# Forecasting an Accumulated Series Based on Partial Accumulation: A Bayesian Method for Short Series with Seasonal Patterns

By De Alba, Enrique; Mendoza, Manuel | Journal of Business & Economic Statistics, January 2001 | Go to article overview

# Forecasting an Accumulated Series Based on Partial Accumulation: A Bayesian Method for Short Series with Seasonal Patterns

De Alba, Enrique, Mendoza, Manuel, Journal of Business & Economic Statistics

We present a Bayesian solution to forecasting a time series when few observations are available. The quantity to predict is the accumulated value of a positive, continuous variable when partially accumulated data are observed. These conditions appear naturally in predicting sales of style goods and coupon redemption. A simple model describes the relation between partial and total values, assuming stable seasonality. Exact analytic results are obtained for point forecasts and the posterior predictive distribution. Noninformative priors allow automatic implementation. The procedure works well when standard methods cannot be applied due to the reduced number of observations. Examples are provided.

KEY WORDS: Bayesian inference; Prediction; Stable seasonality; Time series.

In certain practical situations the problem of forecasting a future value of a time series must be faced with only a very small amount of data. This situation arises, for example, when a drastic change has occurred with respect to the observational conditions so that most past data become irrelevant. Of course, it also appears when a rather new series is being recorded, as when a new product or service is being launched. In any case, under such circumstances, most of the usual forecasting techniques are no longer applicable. In addition, sometimes the series {[X.sub.i]} to be considered is such that (a) {[X.sub.i]} represents the accumulated value of a positive and continuous variable X over the complete ith period (the ith year, say); (b) for a given, fixed, subinterval of each period it is possible to observe [Y.sub.i], a partial accumulation of X (the accumulated value of X for the first quarter of each year, for example); (c) for each period, we have [Y.sub.i] = [W.sub.i][X.sub.i], where {[W.sub.i]; i = 1, 2 ...} are iid random variables over (0,1). We shall then say that the process has a stable seasonal pattern. A comprehensive review of situations in which this kind of structure arises can be found in Oliver (1987). It is clear that the seasonal pattern may be used in the forecasting process, no matter the amount of past data. However, it seems particularly valuable for the case in which only a few pieces of information are available. We present a Bayesian procedure for forecasting an accumulated value of a positive and continuous-valued time series, based on observation of a partial accumulation. The procedure is directed at obtaining forecasts given a small number of the partially accumulated observations, taking advantage of a seasonal pattern that may be known to exist in the series. The procedure is extremely simple to apply. We provide two examples. One of them is taken from Abraham and Ledolter (1983)--Monthly Average Residential Electricity Usage in Iowa City (Series 3). It is known to be a seasonal series. The second series is Administration Expenses of the Mexican Bank System (Guerrero and Elizondo 1997). As indicated by these authors, this series clearly has a trend.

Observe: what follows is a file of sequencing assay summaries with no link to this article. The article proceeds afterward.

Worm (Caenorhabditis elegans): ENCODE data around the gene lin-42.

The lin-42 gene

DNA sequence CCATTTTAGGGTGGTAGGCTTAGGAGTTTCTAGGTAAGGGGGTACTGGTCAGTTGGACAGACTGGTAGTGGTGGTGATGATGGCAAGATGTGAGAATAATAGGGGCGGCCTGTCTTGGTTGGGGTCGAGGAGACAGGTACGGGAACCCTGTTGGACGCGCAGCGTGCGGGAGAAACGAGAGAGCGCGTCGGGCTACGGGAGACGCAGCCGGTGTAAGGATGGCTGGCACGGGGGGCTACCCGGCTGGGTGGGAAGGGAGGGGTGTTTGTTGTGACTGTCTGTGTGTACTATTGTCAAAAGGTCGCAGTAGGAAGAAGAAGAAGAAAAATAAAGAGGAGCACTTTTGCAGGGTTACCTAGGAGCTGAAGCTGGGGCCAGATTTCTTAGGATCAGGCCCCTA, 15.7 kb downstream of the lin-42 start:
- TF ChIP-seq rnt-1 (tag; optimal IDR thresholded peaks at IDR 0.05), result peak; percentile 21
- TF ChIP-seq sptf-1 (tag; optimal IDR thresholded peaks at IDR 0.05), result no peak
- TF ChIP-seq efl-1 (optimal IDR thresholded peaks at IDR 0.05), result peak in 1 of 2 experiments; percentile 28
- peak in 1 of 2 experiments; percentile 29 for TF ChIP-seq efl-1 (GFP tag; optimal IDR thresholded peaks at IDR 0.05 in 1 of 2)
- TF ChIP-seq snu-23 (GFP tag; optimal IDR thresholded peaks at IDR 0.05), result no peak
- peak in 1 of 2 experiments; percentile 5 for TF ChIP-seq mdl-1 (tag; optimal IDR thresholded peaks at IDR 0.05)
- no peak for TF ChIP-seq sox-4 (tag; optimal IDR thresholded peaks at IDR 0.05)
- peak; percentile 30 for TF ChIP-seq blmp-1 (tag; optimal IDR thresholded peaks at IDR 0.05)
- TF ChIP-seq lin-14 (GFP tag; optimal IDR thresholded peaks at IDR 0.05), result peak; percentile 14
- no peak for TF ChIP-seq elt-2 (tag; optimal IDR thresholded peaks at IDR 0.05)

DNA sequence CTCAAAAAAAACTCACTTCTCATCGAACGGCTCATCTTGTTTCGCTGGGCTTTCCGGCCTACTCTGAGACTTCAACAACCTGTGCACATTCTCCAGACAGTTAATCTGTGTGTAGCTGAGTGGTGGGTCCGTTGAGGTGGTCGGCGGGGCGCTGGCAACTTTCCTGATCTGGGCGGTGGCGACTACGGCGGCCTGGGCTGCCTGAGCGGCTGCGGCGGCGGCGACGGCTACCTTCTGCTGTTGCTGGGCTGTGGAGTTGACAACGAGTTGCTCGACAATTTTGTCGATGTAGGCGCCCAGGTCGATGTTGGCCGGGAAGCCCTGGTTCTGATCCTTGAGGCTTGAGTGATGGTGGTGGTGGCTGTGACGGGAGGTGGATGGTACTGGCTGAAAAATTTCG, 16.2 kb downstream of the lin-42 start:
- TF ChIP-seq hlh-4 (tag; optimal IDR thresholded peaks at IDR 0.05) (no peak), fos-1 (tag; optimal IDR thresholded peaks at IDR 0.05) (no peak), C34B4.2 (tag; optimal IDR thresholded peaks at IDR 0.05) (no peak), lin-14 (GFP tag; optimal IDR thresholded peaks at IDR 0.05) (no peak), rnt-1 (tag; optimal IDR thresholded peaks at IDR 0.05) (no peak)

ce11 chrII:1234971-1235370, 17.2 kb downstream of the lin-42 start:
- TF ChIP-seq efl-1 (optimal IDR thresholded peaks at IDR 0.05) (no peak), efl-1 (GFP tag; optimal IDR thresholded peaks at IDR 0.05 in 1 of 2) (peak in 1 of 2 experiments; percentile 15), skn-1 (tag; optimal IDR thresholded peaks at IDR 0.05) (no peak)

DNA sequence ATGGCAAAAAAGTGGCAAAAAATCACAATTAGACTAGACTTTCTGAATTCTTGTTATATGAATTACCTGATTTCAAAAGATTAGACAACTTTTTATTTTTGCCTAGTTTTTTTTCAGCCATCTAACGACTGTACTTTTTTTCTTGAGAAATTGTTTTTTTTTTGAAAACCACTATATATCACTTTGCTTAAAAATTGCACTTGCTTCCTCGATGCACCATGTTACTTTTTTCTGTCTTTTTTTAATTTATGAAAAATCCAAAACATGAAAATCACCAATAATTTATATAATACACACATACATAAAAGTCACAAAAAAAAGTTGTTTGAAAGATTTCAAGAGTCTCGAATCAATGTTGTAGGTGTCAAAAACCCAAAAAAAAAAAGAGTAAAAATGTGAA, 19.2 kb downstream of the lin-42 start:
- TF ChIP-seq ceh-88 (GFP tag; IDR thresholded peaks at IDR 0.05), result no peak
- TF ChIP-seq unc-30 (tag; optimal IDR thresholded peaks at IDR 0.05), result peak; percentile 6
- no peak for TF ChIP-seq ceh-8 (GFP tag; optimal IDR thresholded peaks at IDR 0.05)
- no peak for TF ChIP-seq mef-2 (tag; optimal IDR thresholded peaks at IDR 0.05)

It is important to emphasize that the procedure is especially useful when both conditions are present--seasonality and a small number of observations. If a large number of observations are available, then standard time series methods can be used to forecast the portion of the period that has not been observed yet. It can then be added to the partial accumulation already available. If few observations are available, then it is very unlikely that standard methods will yield good forecasts. If, in addition to having a small number of observations, it is known that the series is seasonal, then traditional methods such as autoregressive integrated moving average (ARIMA) are at a disadvantage. With monthly data, a typical seasonal autoregressive moving average (ARMA) model will include seasonal lags of order 12, which reduces the effective sample size by 12 (Abraham and Ledolter 1983, p. 283-291; Box and Jenkins 1970). If only 24 observations are available then the effective sample size would be 12. …

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